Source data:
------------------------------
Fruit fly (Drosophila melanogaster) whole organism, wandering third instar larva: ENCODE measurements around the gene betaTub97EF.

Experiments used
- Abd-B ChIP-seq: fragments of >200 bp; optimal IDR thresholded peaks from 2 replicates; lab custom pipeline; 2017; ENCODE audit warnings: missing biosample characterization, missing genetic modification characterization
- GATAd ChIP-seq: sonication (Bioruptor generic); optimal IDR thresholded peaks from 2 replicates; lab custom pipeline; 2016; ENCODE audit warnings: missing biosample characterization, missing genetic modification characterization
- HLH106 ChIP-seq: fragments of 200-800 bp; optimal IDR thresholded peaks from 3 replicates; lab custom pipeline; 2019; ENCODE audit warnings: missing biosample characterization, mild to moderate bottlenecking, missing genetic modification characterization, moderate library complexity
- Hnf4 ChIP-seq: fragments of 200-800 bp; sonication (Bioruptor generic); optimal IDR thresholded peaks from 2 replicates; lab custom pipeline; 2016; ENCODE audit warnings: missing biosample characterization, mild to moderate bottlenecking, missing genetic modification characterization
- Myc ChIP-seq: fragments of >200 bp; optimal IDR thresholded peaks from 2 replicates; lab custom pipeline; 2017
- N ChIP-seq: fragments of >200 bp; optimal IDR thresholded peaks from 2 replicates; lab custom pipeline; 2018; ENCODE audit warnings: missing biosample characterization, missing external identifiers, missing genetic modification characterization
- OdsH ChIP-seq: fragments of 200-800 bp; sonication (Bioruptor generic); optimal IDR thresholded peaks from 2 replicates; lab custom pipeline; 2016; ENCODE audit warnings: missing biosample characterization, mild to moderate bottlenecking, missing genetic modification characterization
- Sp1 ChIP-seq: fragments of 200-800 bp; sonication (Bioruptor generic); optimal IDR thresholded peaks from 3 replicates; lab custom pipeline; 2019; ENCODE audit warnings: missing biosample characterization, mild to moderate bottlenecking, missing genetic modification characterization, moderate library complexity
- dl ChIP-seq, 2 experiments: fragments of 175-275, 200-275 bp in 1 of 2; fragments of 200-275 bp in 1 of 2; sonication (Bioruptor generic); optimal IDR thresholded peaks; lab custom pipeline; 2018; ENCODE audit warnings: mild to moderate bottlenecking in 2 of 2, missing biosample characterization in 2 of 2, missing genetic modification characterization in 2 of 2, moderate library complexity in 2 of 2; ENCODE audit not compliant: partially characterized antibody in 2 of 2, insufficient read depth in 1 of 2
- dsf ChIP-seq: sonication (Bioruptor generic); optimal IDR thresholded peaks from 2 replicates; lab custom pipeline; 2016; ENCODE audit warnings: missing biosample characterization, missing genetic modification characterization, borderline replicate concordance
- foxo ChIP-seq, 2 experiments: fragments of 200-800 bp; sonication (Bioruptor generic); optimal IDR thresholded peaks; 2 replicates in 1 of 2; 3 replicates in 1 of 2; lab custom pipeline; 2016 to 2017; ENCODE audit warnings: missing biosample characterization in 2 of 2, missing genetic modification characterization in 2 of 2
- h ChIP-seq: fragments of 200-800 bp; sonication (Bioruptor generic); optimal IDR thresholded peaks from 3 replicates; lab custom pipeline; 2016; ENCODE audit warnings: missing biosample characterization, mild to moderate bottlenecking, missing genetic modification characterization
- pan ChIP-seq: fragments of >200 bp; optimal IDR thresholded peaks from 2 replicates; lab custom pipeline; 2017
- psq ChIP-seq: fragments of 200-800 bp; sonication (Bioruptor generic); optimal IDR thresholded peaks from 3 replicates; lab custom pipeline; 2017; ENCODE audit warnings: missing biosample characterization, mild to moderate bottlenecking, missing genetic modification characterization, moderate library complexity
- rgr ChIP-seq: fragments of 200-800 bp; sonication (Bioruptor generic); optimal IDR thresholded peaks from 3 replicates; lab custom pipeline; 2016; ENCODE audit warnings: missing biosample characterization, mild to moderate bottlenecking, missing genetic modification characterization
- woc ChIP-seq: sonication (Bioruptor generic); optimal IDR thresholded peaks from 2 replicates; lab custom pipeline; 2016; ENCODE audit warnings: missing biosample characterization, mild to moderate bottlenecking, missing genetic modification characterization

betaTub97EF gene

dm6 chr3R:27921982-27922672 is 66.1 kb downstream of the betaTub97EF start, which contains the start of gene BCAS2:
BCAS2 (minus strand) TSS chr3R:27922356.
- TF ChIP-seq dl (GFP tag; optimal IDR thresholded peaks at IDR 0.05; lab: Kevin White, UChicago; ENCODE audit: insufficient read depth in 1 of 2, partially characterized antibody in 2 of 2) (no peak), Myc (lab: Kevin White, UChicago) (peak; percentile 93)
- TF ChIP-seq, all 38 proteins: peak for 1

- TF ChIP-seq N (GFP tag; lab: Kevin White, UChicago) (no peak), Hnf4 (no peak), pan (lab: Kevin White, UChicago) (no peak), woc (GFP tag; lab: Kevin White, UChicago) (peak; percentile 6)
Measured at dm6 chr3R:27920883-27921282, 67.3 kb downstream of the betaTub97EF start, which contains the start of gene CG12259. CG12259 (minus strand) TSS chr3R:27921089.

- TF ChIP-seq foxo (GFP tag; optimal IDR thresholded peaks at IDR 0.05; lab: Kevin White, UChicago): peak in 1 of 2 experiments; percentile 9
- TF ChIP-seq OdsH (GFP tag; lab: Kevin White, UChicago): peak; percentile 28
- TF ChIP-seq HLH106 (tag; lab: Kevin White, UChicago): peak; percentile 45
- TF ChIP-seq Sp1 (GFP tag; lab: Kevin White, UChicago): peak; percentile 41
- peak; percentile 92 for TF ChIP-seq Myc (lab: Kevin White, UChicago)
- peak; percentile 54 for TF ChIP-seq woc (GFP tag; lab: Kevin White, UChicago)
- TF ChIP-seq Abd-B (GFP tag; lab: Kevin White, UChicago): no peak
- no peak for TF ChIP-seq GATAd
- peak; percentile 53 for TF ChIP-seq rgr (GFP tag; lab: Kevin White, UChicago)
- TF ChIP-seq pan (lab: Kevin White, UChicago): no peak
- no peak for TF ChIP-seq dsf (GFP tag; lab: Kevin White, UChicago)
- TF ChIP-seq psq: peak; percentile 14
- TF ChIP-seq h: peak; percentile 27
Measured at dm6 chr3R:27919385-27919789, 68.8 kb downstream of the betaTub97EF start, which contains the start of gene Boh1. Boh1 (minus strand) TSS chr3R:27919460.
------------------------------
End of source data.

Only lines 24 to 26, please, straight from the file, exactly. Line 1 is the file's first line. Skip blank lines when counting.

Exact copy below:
- TF ChIP-seq N (GFP tag; lab: Kevin White, UChicago) (no peak), Hnf4 (no peak), pan (lab: Kevin White, UChicago) (no peak), woc (GFP tag; lab: Kevin White, UChicago) (peak; percentile 6)
Measured at dm6 chr3R:27920883-27921282, 67.3 kb downstream of the betaTub97EF start, which contains the start of gene CG12259. CG12259 (minus strand) TSS chr3R:27921089.

- TF ChIP-seq foxo (GFP tag; optimal IDR thresholded peaks at IDR 0.05; lab: Kevin White, UChicago): peak in 1 of 2 experiments; percentile 9